France extends winter eviction truce for second year in a row

France extends winter eviction truce for second year in a row
Police will not be able to evict tenants for another two months.Illustration photo: AFP
Landlords will be unable to evict tenants until June, after the French government prolonged the annual 'winter truce' for the second year in a row due to the continuing Covid-19 health crisis.
The government's decision to extend the end date of the truce period from March 31st to May 31st was revealed by the housing minister on Monday.
 
“This prolongation is necessary due to the crisis,” Emmanuelle Wargon told French daily Le Parisien
 
La trêve hivernale usually runs for five months, from November 1st until March 31st, and marks a period when French landlords are not legally allowed to evict their tenants for any reason.
 
The government extended the period last year until July 10th in order to prevent a spike in the number of homeless people as the nationwide lockdown forced the country's economy into a near-standstill. 
 
One year later, France is struggling to prevent another flare-up in Covid numbers and a third nationwide lockdown, as virus rates continue a slow and steady rise, threatening to once again overwhelm hospitals.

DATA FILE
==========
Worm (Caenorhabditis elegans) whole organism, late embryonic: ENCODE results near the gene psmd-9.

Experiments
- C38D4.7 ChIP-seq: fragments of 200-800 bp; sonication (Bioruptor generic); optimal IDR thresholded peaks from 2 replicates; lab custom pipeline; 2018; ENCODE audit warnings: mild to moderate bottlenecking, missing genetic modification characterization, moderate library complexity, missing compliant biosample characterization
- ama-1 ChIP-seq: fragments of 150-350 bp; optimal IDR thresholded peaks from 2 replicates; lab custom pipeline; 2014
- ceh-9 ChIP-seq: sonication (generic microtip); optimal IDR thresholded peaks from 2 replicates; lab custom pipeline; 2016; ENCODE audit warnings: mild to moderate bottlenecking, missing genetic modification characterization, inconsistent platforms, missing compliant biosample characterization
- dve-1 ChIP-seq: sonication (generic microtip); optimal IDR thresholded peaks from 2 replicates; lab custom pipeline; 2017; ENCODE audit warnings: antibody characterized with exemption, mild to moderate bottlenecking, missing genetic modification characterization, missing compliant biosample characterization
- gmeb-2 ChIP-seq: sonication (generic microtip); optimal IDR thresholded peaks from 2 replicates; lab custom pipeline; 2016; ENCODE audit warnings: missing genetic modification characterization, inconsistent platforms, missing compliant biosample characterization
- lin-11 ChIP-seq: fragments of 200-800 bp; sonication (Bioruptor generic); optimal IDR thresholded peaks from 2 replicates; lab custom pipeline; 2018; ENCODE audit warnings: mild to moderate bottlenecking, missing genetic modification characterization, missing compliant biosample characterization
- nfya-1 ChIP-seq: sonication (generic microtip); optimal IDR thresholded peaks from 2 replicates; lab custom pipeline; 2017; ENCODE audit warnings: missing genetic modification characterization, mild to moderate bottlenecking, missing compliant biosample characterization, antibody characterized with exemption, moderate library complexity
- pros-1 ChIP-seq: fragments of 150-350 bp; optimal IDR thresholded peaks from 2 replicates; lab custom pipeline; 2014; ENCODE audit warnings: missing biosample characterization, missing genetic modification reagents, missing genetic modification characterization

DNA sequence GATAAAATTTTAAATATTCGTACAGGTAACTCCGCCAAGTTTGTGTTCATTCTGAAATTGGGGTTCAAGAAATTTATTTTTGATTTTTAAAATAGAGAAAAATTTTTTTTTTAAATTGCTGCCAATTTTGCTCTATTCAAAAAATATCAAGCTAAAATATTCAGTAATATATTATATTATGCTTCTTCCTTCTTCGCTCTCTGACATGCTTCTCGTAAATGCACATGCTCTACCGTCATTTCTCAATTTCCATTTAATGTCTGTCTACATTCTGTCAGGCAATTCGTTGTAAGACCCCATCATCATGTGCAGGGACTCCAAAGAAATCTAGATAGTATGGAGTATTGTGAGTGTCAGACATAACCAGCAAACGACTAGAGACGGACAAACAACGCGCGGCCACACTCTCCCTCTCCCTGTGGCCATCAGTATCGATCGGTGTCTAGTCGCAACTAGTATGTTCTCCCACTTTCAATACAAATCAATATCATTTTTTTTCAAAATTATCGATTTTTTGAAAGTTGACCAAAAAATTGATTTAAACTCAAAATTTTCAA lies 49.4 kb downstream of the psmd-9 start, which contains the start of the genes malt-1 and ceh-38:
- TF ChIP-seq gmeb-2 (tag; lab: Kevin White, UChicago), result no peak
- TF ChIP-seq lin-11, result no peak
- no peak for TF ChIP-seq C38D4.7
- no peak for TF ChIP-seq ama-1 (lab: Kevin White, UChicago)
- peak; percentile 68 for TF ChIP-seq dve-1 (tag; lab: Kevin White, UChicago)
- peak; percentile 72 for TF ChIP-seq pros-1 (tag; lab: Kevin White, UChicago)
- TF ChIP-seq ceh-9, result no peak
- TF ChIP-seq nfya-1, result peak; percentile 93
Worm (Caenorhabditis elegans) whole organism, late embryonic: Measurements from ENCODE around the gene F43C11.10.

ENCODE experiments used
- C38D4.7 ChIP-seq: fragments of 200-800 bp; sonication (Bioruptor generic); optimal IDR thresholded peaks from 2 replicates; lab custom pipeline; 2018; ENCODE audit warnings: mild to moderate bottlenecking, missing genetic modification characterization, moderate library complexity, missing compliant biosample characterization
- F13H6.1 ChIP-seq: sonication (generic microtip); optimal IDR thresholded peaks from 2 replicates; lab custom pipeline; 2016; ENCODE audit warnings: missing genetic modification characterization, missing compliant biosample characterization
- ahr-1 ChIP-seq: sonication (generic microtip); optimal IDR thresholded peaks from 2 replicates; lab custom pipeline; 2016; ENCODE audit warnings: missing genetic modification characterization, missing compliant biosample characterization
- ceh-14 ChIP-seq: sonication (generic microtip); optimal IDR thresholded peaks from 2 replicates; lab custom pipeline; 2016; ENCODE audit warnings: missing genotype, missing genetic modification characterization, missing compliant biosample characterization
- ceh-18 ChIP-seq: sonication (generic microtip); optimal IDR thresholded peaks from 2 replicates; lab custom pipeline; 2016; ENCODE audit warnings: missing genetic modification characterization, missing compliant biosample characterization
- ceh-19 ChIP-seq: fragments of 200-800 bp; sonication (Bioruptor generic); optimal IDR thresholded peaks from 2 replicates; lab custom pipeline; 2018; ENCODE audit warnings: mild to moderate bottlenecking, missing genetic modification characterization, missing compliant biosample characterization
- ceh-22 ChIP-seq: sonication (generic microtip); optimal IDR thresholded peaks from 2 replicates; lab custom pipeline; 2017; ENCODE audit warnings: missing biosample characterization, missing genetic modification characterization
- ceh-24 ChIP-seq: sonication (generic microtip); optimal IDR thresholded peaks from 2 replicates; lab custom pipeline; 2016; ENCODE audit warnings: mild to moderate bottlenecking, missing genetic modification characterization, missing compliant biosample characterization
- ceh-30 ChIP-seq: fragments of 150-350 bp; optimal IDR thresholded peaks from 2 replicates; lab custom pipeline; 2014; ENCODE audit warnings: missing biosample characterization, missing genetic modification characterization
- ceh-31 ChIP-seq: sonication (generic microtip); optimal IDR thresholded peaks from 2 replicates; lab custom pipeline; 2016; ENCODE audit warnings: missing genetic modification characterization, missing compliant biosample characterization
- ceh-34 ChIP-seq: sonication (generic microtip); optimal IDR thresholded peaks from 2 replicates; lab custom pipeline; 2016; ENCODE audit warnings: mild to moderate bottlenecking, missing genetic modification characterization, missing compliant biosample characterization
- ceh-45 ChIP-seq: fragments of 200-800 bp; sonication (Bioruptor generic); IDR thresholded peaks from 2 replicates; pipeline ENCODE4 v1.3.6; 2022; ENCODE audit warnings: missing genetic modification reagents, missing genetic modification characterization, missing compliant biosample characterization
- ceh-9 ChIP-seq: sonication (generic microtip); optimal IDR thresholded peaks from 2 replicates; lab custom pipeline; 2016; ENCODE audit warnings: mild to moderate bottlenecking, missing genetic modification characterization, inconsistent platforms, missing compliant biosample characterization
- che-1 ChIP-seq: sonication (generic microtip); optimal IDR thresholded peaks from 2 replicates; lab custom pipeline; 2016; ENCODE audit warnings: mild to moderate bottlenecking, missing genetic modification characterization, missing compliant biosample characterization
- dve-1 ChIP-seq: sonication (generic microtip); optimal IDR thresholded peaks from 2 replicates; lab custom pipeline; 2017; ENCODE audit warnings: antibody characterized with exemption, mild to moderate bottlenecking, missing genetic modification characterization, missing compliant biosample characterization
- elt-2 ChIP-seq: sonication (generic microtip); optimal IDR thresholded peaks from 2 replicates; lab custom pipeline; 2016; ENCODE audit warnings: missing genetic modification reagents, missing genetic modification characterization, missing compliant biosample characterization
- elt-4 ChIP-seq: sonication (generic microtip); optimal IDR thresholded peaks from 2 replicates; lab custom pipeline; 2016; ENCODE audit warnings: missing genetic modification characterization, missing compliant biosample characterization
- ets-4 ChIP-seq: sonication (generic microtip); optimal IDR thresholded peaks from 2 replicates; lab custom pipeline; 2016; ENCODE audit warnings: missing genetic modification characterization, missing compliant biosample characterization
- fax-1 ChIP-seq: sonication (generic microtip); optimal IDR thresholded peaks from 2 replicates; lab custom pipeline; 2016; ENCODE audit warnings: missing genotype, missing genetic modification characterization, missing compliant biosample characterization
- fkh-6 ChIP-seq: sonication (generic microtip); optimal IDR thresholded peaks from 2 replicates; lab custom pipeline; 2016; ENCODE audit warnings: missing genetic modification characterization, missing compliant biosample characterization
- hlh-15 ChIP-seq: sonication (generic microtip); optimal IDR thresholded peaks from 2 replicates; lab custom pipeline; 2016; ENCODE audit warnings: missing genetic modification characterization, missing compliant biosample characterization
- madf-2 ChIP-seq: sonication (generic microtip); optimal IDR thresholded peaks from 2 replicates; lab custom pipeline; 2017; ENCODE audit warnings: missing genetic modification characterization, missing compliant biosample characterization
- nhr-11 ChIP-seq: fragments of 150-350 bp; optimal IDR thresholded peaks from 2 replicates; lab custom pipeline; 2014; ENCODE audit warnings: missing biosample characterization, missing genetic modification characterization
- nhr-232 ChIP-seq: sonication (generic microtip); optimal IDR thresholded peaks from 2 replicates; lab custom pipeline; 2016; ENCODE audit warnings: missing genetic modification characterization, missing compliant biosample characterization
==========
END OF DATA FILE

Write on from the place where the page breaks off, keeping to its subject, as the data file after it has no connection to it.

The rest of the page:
The truce is meant as a humanitarian measure to ensure people don't become homeless and end up sleeping on the cold winter streets.
 
 
When the truce ends, police or bailiffs can start carrying out eviction notices that have been piling up throughout the winter months or weren't carried out before the truce came into effect.
 
While the economic activity in France is currently at higher level than back in the spring of 2020, several sectors remain shut and the economic activity for those keeping open is hampered by general health rules and a 6pm nationwide curfew.

 

The number of people pushed into debt and rent arrears has piled up over the winter and some 30,000 eviction cases await treatment, according to a new report published by the Abbé Pierre Foundation – twice as many as the annual average.
 
“Either way the police would not be able to handle such a large number of evictions and it would become a big social problem,” Wargon said. “2021 is an exceptional year that we will manage in an exceptional way.”

 
The rules of the truce also prevent landlords from performing evictions and utility providers from cutting off gas and electricity to tenants who are in arrears.

It does not cover those living in squats or buildings deemed dangerous.

 

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